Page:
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Osgood-Schlatters Disease (OSD)

What is Osgood-Schlatters disease?

Osgood-Schlatters disease (OSD) is a traction apophysitis of the tibial tubercle and is one of the commonest causes of knee pain in young athletes.

In OSD there is repetitive excessive force (pull) on the weak growing area at the top of the shin bone causing pain and swelling.

What causes Osgood-Schlatters disease?

Osgood-Schlatters disease (OSD) is caused by repetitive excessive force to the tibial tubercle, causing injury to this area.

The quadriceps muscle (thigh muscle) is the largest muscle in the human body. It is attached to the patella (kneecap) and this in turn is attached to the tibial tubercle (front of the shin bone) by the patella ligament. In children, the tibial tubercle is a growing area and is made of relatively weak cartilage.


If there is excessive force at this relatively weak point, damage occurs. This excess force can be caused by a number of factors.

During the adolescent growth spurt the bones grow very quickly. The muscles do not lengthen at the same rate as the bone grows, and so can become very tight. The thigh muscles generate huge forces when they are used to straighten the knee (such as kicking a football). This force is transmitted to the tibial tubercle. If the hamstring and calf muscles are tight , the thigh muscles have to work even harder as they “fight ” against them, causing extra force at the growing (weak) tibial tubercle. In active children, who undertake a lot of kicking or running, the repetitive high force at the tibial tubercle causes damage.


If a child has poor biomechanics due to poor lower limb alignment (often caused by flat feet), the muscles of the lower limb have to work excessively hard and this can cause increased force at the tibial tubercle.

What problems does Osgood-Schlatters disease cause?

OSD causes swelling, pain and tenderness over the tibial tubercle.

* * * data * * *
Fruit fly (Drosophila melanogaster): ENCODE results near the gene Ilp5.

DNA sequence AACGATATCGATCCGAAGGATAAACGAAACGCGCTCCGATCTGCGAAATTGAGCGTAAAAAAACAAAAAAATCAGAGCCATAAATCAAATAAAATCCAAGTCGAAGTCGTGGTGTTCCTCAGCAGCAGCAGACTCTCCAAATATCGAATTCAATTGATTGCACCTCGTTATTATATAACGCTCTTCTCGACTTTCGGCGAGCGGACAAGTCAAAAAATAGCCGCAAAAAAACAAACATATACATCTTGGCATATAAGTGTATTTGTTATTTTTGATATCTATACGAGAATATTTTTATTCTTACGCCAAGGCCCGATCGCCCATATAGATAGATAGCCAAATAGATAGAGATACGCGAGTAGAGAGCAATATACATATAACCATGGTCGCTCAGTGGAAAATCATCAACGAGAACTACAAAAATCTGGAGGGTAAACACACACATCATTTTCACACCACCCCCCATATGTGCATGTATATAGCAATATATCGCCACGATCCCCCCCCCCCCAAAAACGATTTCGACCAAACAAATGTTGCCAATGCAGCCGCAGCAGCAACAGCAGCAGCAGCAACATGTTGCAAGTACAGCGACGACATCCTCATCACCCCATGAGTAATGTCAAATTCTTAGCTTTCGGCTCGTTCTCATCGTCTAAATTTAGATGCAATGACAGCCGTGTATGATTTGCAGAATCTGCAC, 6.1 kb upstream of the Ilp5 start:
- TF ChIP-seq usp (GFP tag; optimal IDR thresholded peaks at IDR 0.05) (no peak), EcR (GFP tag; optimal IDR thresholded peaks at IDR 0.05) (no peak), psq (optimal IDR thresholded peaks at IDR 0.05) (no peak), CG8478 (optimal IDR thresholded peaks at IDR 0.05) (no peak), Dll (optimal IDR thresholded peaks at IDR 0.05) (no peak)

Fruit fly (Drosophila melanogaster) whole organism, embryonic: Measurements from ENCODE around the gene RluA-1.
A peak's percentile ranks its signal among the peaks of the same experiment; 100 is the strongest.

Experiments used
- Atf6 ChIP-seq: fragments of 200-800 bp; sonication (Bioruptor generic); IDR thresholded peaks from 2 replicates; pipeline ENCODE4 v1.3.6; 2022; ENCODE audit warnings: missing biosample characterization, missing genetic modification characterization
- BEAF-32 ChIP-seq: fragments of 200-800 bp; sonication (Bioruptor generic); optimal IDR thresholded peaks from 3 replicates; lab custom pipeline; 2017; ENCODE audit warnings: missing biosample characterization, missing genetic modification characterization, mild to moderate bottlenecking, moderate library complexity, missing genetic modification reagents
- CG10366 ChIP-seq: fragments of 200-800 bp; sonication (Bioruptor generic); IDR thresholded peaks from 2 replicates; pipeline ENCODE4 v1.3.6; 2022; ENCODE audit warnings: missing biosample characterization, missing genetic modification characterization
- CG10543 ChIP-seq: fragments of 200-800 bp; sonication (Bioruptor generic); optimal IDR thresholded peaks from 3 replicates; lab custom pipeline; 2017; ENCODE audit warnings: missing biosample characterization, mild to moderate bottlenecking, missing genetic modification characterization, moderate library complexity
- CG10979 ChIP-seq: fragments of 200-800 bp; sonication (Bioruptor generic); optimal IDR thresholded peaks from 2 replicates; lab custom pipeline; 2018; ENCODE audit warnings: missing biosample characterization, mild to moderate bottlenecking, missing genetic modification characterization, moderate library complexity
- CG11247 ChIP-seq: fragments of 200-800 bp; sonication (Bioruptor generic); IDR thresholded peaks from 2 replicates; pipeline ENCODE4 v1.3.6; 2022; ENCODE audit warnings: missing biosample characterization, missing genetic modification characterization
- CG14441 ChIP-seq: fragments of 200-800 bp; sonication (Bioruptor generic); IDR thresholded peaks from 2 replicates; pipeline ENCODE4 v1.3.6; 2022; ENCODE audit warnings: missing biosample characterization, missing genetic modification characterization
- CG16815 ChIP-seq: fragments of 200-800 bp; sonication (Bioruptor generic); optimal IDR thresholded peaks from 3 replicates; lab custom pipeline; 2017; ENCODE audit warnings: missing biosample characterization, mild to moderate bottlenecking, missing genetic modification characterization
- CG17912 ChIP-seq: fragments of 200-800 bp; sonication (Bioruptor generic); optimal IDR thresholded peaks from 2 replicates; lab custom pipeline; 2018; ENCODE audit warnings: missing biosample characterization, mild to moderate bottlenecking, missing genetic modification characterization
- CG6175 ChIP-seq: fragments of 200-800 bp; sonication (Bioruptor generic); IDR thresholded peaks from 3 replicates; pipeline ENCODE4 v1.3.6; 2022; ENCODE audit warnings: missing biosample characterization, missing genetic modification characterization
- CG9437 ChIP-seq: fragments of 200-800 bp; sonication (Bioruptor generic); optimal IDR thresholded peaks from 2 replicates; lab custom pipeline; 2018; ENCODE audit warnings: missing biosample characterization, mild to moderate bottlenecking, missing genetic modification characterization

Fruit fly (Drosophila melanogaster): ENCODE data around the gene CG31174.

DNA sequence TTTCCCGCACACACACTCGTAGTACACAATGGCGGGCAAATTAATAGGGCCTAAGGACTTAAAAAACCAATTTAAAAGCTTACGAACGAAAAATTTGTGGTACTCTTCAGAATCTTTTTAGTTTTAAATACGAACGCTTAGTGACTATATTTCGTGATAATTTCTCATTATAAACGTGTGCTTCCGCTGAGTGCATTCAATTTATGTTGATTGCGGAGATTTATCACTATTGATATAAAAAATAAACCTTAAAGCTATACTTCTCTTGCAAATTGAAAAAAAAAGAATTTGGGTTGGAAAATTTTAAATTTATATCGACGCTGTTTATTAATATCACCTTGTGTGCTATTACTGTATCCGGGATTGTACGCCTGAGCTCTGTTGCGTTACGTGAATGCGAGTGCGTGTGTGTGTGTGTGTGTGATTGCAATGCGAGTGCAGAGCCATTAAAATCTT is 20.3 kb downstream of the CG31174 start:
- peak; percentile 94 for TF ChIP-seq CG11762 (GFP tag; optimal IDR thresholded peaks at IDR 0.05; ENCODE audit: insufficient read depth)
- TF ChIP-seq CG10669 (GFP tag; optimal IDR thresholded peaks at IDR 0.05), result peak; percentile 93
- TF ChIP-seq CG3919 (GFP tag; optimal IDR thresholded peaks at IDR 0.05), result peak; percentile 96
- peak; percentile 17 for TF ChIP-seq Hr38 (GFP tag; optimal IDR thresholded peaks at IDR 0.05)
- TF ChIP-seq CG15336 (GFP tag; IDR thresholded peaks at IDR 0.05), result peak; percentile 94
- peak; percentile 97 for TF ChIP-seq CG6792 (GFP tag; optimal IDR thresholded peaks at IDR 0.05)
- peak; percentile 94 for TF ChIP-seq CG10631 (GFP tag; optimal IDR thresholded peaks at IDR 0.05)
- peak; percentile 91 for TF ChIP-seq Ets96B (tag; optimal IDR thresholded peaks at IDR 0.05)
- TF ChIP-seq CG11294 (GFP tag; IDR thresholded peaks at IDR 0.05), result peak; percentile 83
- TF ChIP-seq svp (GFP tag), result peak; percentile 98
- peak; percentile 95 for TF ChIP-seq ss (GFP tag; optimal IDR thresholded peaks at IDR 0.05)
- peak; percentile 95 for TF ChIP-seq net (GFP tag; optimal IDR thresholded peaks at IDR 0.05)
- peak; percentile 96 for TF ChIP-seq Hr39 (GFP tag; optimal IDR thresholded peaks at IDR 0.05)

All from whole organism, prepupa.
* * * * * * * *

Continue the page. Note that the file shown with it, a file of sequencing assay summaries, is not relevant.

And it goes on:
Initially the pain may be intermittent occurring only during or after exercise. As the problem gets worse, pain may be present most of the time. The swelling increases and is painful when touched or knocked.

It commonly affects boys who are having a growth spurt during their pre-teen or teenage years. One or both knees may be affected.

How is Osgood-Schlatters disease diagnosed?

All medical diagnosis should be made by taking a full history, examining the patient then performing investigations.

The problem usually occurs in boys who are going through or have just gone through a growth spurt; one or both knees may be affected.

Initially the pain may be intermittent occurring only during or after exercise. As the problem gets worse, pain may be present most of the time.

There may be swelling over the tibial tubercle and this area is painful if touched or knocked.


On examination the patient often has flat feet, very tight legs muscles especially the quadriceps, hamstring and gastrocnemius.

Xrays may be normal or may show some extra bone formation (ossicles) around the tibial tubercle. An MRI scan will show features of inflammation in this area.


How is Osgood-Schlatter disease treated?

The initial treatment is rest, relieve the pain and treat the underlying cause.

The knee should be rested so that the tibial tubercle it is not being continually “injured”. It may be sufficient to stop your child playing sport but some children require a short period of bed or couch rest. Some children find resting very difficult and require the use of braces or plasters to slow them down. Using crutches is often advised.

OSD is usually caused by tight muscles. A stretching program should be followed usually supervised by a physiotherapist. The stretching program may need to be undertaken up to 5 times a day.

If flat feet are a problems orthotics (insoles) should be used.

The pain should be controlled by rest (limiting activity) and ice (icing the painful area 3-4 times a day – making sure the skin is not burnt), Simple pain killers can be used such as paracetamol as well as anti-inflammatory tablets and cream.

Osgood-Schlatters disease usually goes away with time. When your child stops growing, the pain and swelling should go away because the growing (weak) tibial tubercle fuses and becomes solid bone which is very strong.

How long will it take for my child’s knee to get better?

It may take several weeks or months for the pain to completely stop. When the pain is completely gone, your child may slowly return to his or her previous level of activity.

What can my child do to help prevent developing Osgood-Schlatters?

It is important to undertake correct warm ups and warm downs before and after exercise. This should include a stretching routine.

It may be necessary to undertake additional stretching outside of sport, especially during stages of growth.

You should avoid your child only playing one sport.

You should not allow your child to play through pain.